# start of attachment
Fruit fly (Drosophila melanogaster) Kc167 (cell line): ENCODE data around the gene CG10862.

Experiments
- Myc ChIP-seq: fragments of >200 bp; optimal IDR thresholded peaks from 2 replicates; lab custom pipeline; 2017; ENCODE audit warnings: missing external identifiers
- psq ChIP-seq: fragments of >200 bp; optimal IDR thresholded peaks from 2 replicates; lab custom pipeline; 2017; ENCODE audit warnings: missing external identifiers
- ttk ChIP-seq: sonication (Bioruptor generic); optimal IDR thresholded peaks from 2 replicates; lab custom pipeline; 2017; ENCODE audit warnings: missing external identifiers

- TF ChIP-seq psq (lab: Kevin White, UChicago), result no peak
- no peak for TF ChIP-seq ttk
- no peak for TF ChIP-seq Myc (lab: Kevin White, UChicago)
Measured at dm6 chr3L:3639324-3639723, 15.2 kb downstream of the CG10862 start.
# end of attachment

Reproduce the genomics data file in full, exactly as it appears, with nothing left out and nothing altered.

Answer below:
Fruit fly (Drosophila melanogaster) Kc167 (cell line): ENCODE data around the gene CG10862.

Experiments
- Myc ChIP-seq: fragments of >200 bp; optimal IDR thresholded peaks from 2 replicates; lab custom pipeline; 2017; ENCODE audit warnings: missing external identifiers
- psq ChIP-seq: fragments of >200 bp; optimal IDR thresholded peaks from 2 replicates; lab custom pipeline; 2017; ENCODE audit warnings: missing external identifiers
- ttk ChIP-seq: sonication (Bioruptor generic); optimal IDR thresholded peaks from 2 replicates; lab custom pipeline; 2017; ENCODE audit warnings: missing external identifiers

- TF ChIP-seq psq (lab: Kevin White, UChicago), result no peak
- no peak for TF ChIP-seq ttk
- no peak for TF ChIP-seq Myc (lab: Kevin White, UChicago)
Measured at dm6 chr3L:3639324-3639723, 15.2 kb downstream of the CG10862 start.